In the meantime, Seviah Cunningham Egbert had remained in Council Bluffs and had not heard any news of her husband. Her father had left the Church in Nauvoo; became a follower of Sidney Rigdon and encouraged her to do likewise. After her husband had left with the Battalion, she was very lonely, and suffered through the two winters of 1846 and 1847.

Seviah's Trek to Utah, 1848

Seviah's granddaughter Carrie Despain wrote, "In the spring of 1848, as other saints were preparing to go west she decided to drive her own team and go with them. She did not know if Robert was dead or alive, but Robert’s brother Joseph, (who had been a part of the Brigham Young Company of 1847 and had returned with Brigham Young’s returning company of 108 on August 26th to Winter Quarters to get his own family), helped her yoke her oxen and she drove her own ox team all the way across the plains. As they traveled, Seviah was so lonely and wished so much to know where her husband was and if she would ever see him again. She became so wrought up over his absence that she would cry as she traveled along."

"All at once, she looked up and saw a man coming from the opposite direction. Very strange, she thought, as there were no human beings, except Indians, for hundreds of miles. She tried as he drew near to hide her face in her sun-bonnet. The road was very narrow; he could hardly turn out past the wagon for the high brush on both sides of the road. When he turned out however, he stopped by the wagon and inquired if this was Robert Egbert's wife. She said yes. She supposed it was a messenger from California who had seen her husband. He said, "Here is a letter from him to you."

She took it and it was written in his own handwriting. It said that he was well and that he would meet her at the head of the Sweetwater (River, in middle Wyoming). She looked up then to see if the man was still in sight and stopped and asked her brother-in-law Joseph Egbert, if he had seen the man. She wished to inquire further about her husband. Joseph had not even seen him although he had never left the road and the wagon trails being so narrow, no on else could hardly have left it. She thought it very strange and put the letter carefully away in the front of her basque (?). She thought later on she would read the letter again but it was no where to be found."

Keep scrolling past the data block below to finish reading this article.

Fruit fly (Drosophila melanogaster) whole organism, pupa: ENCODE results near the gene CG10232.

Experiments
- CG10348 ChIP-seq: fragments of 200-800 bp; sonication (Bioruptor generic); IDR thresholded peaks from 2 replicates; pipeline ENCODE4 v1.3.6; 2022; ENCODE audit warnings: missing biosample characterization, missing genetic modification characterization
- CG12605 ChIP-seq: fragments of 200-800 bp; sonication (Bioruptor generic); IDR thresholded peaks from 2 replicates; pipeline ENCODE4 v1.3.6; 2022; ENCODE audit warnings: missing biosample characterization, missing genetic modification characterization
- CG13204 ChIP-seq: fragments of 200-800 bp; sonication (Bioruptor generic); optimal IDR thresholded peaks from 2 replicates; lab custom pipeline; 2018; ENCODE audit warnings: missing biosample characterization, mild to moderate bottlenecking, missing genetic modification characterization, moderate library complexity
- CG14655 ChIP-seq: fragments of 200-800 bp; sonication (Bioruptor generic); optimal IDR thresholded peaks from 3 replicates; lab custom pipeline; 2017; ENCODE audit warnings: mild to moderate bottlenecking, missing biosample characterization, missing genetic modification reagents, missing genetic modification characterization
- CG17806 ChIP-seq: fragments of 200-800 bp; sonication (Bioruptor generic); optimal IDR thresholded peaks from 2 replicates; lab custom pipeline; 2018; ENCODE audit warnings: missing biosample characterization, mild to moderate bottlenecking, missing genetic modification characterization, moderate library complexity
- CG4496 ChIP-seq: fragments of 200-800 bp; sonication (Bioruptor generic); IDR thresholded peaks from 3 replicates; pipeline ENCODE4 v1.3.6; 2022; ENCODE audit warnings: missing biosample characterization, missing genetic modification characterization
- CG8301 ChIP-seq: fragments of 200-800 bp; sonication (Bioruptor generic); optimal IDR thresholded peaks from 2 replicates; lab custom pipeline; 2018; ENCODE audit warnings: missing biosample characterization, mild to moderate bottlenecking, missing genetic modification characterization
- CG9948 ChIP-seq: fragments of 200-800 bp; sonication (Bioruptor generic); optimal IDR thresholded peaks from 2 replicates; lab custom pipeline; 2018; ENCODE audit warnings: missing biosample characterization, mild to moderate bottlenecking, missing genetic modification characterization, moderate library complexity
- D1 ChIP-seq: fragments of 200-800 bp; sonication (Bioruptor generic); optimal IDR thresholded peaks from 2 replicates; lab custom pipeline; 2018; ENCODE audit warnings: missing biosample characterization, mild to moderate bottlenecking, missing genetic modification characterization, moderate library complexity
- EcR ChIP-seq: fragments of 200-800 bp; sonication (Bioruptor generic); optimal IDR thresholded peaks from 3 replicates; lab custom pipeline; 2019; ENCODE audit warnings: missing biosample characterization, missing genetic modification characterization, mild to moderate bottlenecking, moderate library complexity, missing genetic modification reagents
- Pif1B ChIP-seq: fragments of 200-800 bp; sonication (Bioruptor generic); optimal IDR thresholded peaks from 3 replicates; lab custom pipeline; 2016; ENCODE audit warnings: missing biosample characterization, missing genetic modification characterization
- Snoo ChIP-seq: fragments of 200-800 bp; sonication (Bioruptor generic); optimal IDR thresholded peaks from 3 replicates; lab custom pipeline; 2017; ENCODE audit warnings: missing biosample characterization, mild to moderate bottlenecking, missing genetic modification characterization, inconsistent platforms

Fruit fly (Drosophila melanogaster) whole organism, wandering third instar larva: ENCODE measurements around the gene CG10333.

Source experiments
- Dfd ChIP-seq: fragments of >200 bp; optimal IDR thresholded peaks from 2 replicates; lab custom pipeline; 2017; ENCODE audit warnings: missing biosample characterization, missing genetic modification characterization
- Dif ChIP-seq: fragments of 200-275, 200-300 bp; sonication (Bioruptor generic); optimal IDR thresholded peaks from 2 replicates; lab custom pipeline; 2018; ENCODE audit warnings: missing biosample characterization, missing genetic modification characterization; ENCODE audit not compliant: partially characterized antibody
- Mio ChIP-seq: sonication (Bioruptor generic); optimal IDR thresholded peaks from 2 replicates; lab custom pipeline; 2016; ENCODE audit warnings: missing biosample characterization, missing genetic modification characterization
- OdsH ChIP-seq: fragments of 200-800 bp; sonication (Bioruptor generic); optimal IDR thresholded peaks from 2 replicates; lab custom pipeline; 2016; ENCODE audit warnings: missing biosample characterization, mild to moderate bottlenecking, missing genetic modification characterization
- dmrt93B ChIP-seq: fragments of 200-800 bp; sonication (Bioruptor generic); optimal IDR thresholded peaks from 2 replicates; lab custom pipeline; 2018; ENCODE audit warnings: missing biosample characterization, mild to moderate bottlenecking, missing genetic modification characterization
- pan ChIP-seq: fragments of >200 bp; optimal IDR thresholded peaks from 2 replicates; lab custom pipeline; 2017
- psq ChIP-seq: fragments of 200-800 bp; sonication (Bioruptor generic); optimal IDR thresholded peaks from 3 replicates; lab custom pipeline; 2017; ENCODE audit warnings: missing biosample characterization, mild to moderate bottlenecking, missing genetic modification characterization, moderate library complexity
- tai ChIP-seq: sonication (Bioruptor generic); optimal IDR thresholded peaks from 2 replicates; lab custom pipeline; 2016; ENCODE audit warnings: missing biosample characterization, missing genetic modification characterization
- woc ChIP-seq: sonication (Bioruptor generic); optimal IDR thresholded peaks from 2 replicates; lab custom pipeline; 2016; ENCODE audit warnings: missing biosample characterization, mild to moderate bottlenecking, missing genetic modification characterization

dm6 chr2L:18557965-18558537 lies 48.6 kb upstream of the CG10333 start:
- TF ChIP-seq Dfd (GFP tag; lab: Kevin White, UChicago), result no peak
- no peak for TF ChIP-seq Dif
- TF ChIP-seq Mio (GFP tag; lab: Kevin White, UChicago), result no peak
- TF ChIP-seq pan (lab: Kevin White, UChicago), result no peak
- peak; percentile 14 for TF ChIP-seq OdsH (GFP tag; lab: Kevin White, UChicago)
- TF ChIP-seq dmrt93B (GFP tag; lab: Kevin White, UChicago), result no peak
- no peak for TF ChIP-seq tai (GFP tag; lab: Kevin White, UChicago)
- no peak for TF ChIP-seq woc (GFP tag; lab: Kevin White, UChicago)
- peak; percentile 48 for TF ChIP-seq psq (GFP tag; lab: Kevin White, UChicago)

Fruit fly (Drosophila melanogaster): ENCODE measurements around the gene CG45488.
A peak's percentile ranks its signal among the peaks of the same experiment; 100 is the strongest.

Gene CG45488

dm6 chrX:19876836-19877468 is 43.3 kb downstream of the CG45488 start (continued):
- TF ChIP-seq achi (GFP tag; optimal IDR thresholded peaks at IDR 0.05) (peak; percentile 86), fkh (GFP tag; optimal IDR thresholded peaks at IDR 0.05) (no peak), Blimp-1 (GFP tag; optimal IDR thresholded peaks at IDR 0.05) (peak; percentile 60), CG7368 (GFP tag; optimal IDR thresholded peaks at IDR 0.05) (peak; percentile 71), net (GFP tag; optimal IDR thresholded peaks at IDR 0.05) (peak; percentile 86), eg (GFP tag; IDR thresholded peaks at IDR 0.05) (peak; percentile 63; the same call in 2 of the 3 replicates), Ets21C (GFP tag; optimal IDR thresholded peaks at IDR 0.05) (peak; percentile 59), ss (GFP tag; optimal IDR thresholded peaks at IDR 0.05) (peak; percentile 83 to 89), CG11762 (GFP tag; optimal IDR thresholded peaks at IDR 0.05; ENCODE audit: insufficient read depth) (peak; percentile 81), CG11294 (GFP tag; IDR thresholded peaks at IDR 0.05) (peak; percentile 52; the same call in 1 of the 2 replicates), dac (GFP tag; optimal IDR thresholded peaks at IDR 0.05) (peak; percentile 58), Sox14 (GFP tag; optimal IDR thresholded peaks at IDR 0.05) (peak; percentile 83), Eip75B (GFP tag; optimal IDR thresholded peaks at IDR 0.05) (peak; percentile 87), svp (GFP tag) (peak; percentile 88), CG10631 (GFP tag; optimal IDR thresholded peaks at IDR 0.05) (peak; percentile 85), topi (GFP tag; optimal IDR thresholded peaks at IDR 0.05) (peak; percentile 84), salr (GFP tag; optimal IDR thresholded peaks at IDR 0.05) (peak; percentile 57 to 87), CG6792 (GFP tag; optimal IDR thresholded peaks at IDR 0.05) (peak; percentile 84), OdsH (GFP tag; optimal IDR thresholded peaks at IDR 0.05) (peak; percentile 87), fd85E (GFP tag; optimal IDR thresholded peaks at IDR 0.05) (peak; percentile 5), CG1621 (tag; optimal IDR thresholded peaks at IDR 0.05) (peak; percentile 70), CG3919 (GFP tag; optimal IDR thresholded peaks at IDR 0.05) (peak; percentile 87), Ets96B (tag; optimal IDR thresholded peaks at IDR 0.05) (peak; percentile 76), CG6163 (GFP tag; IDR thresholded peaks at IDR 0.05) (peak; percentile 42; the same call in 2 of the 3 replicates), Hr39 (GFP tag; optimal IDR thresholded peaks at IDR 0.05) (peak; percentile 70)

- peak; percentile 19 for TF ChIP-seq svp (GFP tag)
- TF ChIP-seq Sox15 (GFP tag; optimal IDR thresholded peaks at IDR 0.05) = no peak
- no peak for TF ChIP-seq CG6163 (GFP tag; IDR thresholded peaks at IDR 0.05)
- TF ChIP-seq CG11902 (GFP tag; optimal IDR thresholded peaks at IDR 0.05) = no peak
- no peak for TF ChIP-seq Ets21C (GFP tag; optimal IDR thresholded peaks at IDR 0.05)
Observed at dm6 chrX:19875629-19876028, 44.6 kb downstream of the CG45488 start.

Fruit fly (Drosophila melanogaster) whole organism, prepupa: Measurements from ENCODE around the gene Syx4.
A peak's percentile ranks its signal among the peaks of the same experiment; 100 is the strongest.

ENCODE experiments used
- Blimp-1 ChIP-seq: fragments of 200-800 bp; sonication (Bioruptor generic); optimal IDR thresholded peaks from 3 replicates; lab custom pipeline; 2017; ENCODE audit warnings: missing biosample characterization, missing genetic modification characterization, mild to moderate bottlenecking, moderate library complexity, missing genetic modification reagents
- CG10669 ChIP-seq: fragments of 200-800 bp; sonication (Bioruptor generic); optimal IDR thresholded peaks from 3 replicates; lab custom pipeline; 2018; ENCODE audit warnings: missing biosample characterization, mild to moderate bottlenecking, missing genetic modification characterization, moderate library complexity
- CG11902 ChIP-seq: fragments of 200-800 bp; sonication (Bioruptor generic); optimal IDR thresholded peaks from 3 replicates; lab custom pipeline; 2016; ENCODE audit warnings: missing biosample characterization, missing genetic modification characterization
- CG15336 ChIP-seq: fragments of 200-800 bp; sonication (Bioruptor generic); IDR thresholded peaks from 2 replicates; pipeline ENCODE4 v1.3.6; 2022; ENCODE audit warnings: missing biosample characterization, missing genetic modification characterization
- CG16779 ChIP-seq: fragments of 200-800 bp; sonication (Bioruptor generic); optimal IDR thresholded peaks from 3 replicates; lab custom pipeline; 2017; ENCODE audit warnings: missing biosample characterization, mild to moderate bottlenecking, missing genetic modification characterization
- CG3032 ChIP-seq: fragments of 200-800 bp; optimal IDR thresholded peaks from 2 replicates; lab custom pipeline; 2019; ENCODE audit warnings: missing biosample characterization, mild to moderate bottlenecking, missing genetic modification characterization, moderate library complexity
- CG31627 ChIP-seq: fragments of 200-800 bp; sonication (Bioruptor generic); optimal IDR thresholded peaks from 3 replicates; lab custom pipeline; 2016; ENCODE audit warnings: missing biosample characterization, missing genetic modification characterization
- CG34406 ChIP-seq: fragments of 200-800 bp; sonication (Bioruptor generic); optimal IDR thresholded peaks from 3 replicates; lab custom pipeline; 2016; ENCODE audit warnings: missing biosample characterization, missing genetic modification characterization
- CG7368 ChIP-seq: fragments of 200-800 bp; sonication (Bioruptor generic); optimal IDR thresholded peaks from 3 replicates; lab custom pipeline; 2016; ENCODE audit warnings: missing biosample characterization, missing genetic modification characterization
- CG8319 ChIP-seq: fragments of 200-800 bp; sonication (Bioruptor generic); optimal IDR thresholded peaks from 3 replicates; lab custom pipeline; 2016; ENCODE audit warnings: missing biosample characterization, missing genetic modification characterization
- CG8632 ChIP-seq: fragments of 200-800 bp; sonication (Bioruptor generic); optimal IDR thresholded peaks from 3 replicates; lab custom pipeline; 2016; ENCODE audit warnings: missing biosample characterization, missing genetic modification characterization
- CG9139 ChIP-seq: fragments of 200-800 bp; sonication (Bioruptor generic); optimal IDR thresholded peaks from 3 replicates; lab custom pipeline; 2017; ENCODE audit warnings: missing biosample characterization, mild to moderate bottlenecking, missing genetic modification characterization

"She rejoiced and her spirit was buoyed up and she did not shed anymore tears. The saints finally arrived at the head of the Sweetwater in Wyoming, stopped to pitch their camp once more. She was so elated and looked so hard to see Robert. He was there but was not looking for her as he supposed she was waiting back there in Council Bluffs for him to come after her. As he looked over the immigrants teams and outfits, he came across one ox team he recognized. He thought it looked like his own but was not sure. He scrutinized and laced around as much as he could without seeming impolite by those in the wagon. He got a pretty good look, however, into the wagon and who should he discover but his young wife Seviah. He was certainly surprised and told her he was on his way back to get her. She told him about the letter he had written and she had received. He said he had never written a letter, nor had he had any chance to send one." For years, they both marveled over this strange experience."

They arrived in the Salt Lake Valley in the fall of 1848 and were sent by Brigham Young to settle Provo in Utah County.

Colonization of San Bernardino, California, 1851 - 1857

In the spring of 1851, Robert and Seviah were called by Brigham Young to take their family and go with a company of 400 to settle San Bernardino, California. They left March 21, 1851; stopped at the Big Springs in Las Vegas in May of 1851, and arrived in San Bernardino in late June 1851.

After living there for 6 years, the settlement, which had grown to 7,000 inhabitants, was disbanded in the fall of 1857 with the approach of the "Utah War". Robert and Seviah Egbert returned to Fillmore, Utah. Robert Egbert died in 1863 shortly after speaking in church where he told of his impending death, that his time for departure had come. He died within a few days at age 42, leaving his wife Seviah and seven children. Seviah moved to northern Utah, where she lived until her death in 1913.

This information is from the privately printed book "Pioneer Ancestors of David Wesley Egbert and Marva Lucinda Hillyard" complied by Martin W. Egbert in 2000

Bibliography

Carson, Elvira Egbert (Sister of Robert Egbert), Egbert Family History Records, 1901 Interview by H. Carson Healy, a grandson., BYU Library Special Collections
Despain, Carrie S. (Granddaughter of Robert and Seviah Cunningham Egbert), Egbert Family History Records, The History of the Cunninghams and the Egberts, BYU Library Special Collections
Nebeker, Estelle Egbert, Gardner Family History Records
Carter, Kate B., The Mormon Battalion, Daughters of the Utah Pioneers 1992

Mormon Battalion, Company A